Perhaps nothing tastes better at a summer barbeque than a fresh ear of corn and some red plumb tomatoes right off the vine. Delivering those gifts to local families has been a tradition for in Macomb County farms for generations. But recent market changes and a very wet spring are making life a bit harder for area farmers who are already used to living a hard life.
“It’s been a bummer, the hay I’m just getting to now should have been done a month ago, and what’s the old saying? ’If the corn crop is not knee-high by Fourth of July’... well it’s just bad,” Gordon McKay, a member of the Oakland County Farm Bureau board, says. “But if it stays hot and dry in July it’ll be okay, the corn and beans will make it.”
Apiaries at Youngblood Farms. Photo by David Lewinski.
Macomb County Farm Bureau President Amanda Kutchey says farming in Macomb County is definitely shrinking in numbers as older farmers are retiring and younger generations have moved off the farm or work within the agricultural community. The top commodities in the county are horticulture (greenhouses), and fruits/vegetables, and then grain crops (corn/soybean).
But she says she believes farming will continue in Macomb County because of the deep roots the families have in the communities. She says they work hard year-round to care for the land so they can continue to be part of the community for the next generations to come.
“As our urban neighbors continue to move out into the country, we ask that everyone slow down for a tractor moving from field to field. They are working to produce the meals for their family and yours,” she says.
Metromode checked in with two family farms in northern Macomb County to see what life is like on the farm in Metro Detroit in 2019.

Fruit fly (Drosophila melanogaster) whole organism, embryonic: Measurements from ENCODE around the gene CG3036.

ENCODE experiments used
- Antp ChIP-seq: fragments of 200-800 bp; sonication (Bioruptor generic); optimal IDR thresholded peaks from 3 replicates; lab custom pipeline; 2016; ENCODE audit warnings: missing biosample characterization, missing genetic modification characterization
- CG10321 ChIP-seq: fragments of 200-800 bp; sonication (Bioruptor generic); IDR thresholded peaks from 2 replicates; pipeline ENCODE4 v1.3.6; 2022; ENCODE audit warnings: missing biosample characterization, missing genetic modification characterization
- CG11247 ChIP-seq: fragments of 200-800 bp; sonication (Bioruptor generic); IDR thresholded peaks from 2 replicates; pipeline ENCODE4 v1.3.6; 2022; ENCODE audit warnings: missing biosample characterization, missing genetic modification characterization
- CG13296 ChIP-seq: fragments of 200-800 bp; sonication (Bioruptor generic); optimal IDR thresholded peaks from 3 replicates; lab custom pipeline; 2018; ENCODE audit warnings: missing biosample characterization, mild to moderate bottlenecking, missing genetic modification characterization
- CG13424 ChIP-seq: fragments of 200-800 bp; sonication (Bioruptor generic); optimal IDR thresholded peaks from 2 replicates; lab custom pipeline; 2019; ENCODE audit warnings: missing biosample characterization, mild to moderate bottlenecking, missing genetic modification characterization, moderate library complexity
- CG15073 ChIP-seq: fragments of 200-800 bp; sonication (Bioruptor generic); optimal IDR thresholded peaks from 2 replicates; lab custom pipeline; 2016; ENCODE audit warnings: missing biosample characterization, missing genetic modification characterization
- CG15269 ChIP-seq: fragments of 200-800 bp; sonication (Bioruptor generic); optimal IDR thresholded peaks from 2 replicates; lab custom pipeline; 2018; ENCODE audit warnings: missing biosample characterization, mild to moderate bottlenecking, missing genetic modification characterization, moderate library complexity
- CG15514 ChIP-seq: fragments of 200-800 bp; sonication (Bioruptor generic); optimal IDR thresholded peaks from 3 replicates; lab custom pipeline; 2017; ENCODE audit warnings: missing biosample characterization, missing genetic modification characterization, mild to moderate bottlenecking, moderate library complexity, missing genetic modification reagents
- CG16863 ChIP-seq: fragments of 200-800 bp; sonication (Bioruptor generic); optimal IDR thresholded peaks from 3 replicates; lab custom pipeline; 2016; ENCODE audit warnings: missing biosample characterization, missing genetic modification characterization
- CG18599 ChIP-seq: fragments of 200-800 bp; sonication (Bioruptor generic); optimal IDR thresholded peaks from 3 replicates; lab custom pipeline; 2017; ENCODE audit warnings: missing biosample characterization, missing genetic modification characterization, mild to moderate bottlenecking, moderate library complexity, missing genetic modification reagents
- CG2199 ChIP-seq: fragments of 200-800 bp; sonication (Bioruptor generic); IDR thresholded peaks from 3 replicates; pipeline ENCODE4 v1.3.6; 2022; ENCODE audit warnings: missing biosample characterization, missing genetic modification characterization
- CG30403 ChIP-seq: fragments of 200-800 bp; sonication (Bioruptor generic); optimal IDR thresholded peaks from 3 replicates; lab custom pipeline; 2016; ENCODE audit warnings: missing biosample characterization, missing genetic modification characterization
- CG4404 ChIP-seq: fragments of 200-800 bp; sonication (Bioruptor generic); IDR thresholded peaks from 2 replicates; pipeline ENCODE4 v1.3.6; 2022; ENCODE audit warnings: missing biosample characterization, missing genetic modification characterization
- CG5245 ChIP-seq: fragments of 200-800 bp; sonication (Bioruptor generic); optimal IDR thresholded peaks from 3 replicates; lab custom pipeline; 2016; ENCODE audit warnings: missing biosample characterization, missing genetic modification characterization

Kutchey Farms, Macomb Township
Kutchey is a member of a Macomb Township family that has operated a farm since 1962. Her grandparents, Joseph and Rita Kutchey, started the family farm in Warren and moved to the township when Kutchey’s father, Joe Kutchey was just three years old.
Today they farm 250 acres. Kutchey spends her nights and weekends helping her parents continue the farming tradition.
Kutchey Farms produces fresh fruits and vegetables, and they are known for their famous Kutchey sweet corn and tomatoes. The farm also produces strawberries, peppers, cabbage, cauliflower, broccoli, zucchini, onions, potatoes, melons, and peppers.
While her parents maintain the day-to-day running of the farm, Kutchey’s brother and sister-in-law run the farm store on the property that has offered fresh-picked produce to a large customer base since 1989.
Youngblood Farms. Photo by David Lewinski.
But keeping a fourth-generation family farm going in 2019 has its challenges. One hurdle is the continued loss of land to development. While the Kutchey’s farm their own acreage, they also rely on leased land to grow even more crops. But that space is getting scarce as new subdivisions and strip malls encroach on the northern Macomb County landscape. Other significant challenges include accessing temporary farm labor and dealing with increased regulation, Kutchey says.
And as if all that weren’t enough, this spring the Kutchey’s found themselves dealing with high rainfall and cold temperatures that delayed the growing season.